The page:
Here, Eat This

We Ate Guinea Pig — and It's Tasty

Chef David Guerrero of Andes Café has worked for months to bring a South American delicacy to Houston, and it’s finally here. It’s called cuy, or guinea pig. When he invited us to come in and try it, we were skeptical (and maybe even a little squeamish) but full enough of curiosity to take the bait. It turns out that cuy is delicious and really not at all scary. Andes does a beautiful job of preparing and serving the little critter. 

For those of us who think of guinea pigs as pets, not food animals, eating them sounds shocking. To put it into perspective, though, rabbit — another cute, furry, free-ranging animal that is sometimes also kept as a pet — is commonly served in many fine restaurants and that's not considered weird. Rabbits and guinea pigs are somewhat similar. At one time, both were scientifically classified as rodents, but eventually rabbits were moved to a different order called lagomorphs.

People in the Andean regions of Peru, Colombia and Guerrero’s home country of Ecuador have raised cuy as a food source for centuries. At one time, it was so highly valued as to be used only for ceremonial meals, but in the 1960s, it became mainstream and part of the regular diet. It is commonly roasted on spits or deep-fried. Andes Café uses the latter method.

In the Andes region, cuy is normally served whole, with head, claws and everything. Guerrero understands that won’t necessarily fly with Houston diners, so he serves his cleaned and quartered. The plating is surprisingly beautiful. The cuy rests alongside corn on the cob, roasted fingerling potatoes, pickled onion and mounds of those addictive roasted and puffed corn kernels called cancha.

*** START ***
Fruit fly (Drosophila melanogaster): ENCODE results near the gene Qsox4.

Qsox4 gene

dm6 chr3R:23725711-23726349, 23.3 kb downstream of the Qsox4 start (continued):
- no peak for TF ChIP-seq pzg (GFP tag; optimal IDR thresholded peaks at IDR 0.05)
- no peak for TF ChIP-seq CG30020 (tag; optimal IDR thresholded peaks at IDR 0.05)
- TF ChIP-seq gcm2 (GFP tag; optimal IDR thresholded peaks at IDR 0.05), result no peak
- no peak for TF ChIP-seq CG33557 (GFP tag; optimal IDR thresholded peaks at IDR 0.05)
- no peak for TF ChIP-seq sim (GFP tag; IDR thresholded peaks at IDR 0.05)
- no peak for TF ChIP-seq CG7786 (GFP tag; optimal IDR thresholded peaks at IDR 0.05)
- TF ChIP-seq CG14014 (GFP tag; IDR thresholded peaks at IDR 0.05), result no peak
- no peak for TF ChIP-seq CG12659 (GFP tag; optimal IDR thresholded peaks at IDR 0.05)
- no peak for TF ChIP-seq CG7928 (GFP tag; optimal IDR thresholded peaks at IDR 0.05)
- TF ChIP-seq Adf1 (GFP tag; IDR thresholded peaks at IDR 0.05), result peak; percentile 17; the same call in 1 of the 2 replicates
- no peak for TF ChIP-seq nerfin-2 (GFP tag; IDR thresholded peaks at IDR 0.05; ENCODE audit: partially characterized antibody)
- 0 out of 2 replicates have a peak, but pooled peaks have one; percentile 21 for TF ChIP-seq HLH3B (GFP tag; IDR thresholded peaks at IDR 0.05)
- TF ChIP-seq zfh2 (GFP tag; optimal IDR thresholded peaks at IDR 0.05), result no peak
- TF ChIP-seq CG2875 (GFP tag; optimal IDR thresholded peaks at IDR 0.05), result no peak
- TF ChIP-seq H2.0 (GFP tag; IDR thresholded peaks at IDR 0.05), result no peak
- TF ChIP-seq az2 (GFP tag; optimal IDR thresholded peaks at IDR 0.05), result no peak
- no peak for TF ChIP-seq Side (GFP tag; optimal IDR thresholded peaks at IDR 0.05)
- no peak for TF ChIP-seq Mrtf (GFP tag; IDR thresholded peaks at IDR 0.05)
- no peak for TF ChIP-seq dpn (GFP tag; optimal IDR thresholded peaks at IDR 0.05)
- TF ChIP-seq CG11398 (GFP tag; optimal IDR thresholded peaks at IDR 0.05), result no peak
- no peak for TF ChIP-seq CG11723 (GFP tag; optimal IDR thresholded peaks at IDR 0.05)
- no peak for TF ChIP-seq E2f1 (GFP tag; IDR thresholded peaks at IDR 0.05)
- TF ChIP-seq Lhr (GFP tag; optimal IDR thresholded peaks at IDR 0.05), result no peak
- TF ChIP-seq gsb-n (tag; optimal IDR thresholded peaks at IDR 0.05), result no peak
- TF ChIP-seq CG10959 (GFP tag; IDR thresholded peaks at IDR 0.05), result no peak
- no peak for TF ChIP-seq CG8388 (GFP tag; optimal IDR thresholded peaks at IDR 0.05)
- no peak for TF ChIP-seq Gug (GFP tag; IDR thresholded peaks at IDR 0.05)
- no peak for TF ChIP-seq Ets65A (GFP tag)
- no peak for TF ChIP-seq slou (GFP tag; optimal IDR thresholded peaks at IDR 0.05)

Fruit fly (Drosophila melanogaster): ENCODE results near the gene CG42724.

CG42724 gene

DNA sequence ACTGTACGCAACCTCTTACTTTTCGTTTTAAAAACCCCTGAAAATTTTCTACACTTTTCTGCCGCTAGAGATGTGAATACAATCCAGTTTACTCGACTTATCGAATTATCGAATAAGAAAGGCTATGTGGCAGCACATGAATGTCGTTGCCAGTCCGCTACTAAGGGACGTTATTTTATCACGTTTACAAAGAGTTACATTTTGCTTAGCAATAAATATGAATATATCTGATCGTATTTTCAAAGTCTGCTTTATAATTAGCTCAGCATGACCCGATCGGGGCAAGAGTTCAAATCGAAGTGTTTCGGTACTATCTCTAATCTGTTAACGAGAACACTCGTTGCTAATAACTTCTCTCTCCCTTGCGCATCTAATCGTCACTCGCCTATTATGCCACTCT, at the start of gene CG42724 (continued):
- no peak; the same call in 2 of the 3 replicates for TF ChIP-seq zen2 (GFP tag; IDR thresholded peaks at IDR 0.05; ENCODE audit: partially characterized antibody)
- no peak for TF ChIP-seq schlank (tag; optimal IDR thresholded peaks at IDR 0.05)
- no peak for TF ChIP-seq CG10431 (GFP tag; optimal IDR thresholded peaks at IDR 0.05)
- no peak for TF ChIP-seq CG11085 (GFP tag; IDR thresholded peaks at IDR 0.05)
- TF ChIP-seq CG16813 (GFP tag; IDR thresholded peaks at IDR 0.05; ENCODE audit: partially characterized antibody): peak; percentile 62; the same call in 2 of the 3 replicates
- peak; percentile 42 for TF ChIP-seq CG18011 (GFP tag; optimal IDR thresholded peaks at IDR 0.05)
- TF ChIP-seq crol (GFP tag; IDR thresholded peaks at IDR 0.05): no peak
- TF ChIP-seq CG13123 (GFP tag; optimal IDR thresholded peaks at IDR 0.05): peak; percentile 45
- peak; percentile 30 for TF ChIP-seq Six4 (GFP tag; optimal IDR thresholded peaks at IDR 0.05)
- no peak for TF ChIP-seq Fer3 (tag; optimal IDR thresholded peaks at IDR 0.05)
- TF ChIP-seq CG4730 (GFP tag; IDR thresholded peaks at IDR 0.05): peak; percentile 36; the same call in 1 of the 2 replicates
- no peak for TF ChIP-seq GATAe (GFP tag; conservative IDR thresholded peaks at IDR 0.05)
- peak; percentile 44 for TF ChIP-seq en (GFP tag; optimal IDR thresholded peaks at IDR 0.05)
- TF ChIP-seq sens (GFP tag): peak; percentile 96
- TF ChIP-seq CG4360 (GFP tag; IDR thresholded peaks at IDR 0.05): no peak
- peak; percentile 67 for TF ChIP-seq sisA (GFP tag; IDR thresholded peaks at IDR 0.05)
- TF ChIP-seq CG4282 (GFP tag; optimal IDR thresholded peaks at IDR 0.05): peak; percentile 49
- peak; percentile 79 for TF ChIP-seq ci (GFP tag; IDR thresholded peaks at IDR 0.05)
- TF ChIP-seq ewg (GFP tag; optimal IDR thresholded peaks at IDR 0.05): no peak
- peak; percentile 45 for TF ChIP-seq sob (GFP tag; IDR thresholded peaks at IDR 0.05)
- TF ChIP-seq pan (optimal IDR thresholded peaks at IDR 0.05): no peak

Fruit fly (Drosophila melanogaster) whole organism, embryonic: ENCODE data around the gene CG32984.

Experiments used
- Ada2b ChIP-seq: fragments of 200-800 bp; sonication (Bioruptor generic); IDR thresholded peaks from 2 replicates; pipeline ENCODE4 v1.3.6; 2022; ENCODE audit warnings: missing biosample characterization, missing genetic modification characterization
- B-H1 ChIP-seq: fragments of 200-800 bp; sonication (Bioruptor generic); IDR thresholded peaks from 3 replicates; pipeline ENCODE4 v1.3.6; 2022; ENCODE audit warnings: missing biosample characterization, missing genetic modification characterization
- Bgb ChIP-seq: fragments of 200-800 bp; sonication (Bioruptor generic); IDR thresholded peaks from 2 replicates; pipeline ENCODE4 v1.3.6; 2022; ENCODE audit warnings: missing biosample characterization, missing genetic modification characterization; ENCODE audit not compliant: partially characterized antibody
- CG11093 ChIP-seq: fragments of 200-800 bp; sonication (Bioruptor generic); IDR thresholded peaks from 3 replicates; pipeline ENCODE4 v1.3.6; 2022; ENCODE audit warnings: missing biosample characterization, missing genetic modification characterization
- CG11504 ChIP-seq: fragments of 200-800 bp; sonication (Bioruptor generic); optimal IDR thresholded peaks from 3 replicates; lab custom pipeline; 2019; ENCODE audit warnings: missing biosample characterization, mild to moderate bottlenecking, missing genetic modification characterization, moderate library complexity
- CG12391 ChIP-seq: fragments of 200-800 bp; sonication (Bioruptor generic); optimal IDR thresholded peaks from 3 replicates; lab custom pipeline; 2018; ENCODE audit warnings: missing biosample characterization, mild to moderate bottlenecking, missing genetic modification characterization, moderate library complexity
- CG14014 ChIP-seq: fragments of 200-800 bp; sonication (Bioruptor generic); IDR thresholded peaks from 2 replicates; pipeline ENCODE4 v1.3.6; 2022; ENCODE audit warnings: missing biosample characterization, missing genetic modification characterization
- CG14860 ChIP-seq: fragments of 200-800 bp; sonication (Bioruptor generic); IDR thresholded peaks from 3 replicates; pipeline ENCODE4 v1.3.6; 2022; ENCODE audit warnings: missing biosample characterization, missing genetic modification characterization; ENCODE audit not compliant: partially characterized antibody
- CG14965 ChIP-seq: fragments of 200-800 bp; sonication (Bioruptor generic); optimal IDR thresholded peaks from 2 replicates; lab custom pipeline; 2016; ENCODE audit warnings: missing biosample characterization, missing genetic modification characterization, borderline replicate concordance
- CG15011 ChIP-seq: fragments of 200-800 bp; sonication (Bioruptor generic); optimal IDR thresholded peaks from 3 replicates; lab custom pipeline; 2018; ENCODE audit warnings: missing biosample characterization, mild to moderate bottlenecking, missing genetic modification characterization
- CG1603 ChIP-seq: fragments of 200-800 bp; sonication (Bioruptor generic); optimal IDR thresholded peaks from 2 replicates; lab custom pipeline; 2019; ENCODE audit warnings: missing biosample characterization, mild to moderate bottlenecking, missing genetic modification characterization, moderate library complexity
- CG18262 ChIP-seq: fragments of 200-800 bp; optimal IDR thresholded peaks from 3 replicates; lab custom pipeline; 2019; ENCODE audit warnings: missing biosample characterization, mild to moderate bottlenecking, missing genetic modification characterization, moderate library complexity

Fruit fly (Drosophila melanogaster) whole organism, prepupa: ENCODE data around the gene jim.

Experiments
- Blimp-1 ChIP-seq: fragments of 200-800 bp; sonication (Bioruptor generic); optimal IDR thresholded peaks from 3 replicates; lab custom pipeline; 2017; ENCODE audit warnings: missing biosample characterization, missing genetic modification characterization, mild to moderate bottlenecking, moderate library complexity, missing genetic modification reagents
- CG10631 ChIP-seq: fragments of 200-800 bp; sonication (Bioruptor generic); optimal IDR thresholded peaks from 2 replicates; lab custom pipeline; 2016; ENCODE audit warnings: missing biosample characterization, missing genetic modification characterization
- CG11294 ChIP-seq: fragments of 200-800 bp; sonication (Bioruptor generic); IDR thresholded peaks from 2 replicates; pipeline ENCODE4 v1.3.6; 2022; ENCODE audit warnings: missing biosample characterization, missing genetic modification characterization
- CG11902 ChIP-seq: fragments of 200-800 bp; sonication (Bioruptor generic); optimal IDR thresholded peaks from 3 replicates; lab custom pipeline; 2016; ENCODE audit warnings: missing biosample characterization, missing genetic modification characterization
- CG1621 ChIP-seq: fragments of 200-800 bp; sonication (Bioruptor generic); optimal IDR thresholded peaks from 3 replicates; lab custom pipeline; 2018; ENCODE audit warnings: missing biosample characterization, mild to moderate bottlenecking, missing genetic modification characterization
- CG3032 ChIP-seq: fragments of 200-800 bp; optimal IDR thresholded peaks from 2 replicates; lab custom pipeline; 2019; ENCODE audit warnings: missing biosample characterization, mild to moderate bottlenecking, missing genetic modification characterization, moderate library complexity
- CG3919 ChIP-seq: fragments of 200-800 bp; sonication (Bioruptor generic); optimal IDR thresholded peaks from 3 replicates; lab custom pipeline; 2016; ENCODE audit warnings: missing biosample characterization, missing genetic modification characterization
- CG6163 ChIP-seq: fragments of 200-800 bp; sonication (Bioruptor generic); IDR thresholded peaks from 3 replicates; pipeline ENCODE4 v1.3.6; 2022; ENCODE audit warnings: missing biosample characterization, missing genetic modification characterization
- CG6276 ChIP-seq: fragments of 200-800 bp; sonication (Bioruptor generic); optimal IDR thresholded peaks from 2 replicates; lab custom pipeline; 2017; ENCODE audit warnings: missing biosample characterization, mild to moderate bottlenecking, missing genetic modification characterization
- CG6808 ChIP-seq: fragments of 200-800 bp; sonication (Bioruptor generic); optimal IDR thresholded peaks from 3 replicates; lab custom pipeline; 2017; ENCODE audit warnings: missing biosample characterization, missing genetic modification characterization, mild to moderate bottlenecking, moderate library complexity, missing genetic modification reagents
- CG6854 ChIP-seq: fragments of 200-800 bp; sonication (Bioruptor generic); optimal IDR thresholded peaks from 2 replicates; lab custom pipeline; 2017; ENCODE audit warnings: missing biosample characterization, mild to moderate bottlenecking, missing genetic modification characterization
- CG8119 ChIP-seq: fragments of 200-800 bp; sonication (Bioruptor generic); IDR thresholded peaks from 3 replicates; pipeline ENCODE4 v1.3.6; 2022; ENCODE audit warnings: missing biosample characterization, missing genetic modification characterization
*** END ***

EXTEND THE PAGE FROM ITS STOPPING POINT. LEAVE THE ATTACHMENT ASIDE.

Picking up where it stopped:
Special effort is made to roast the skin so it becomes crunchy. There’s only a thin layer of fat, but otherwise the flavor is very similar to that of pork skin. The meat itself tastes like a cross between pork and rabbit.

Don’t bother with utensils. You’ll need to pick up the cuy and eat it like a chicken wing in order to get all the meat, especially the most flavorful parts near the ribs. Shreds of the meat are even tastier dipped in either the mild aji amarillo or spicier rocoto chile sauces provided. 

Ready to try cuy? Plan ahead, because it requires a 24-hour notice. The big platter of cuy, corn, potatoes and cancha costs $60. There is plenty of food to feed two or three people and if other things are ordered, four people could each have one quarter of cuy, just to try it. If you’re not particularly squeamish and are a pretty down-to-earth meat eater, cuy is a Houston food adventure not to be missed.

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Phaedra Cook
Contact: Phaedra Cook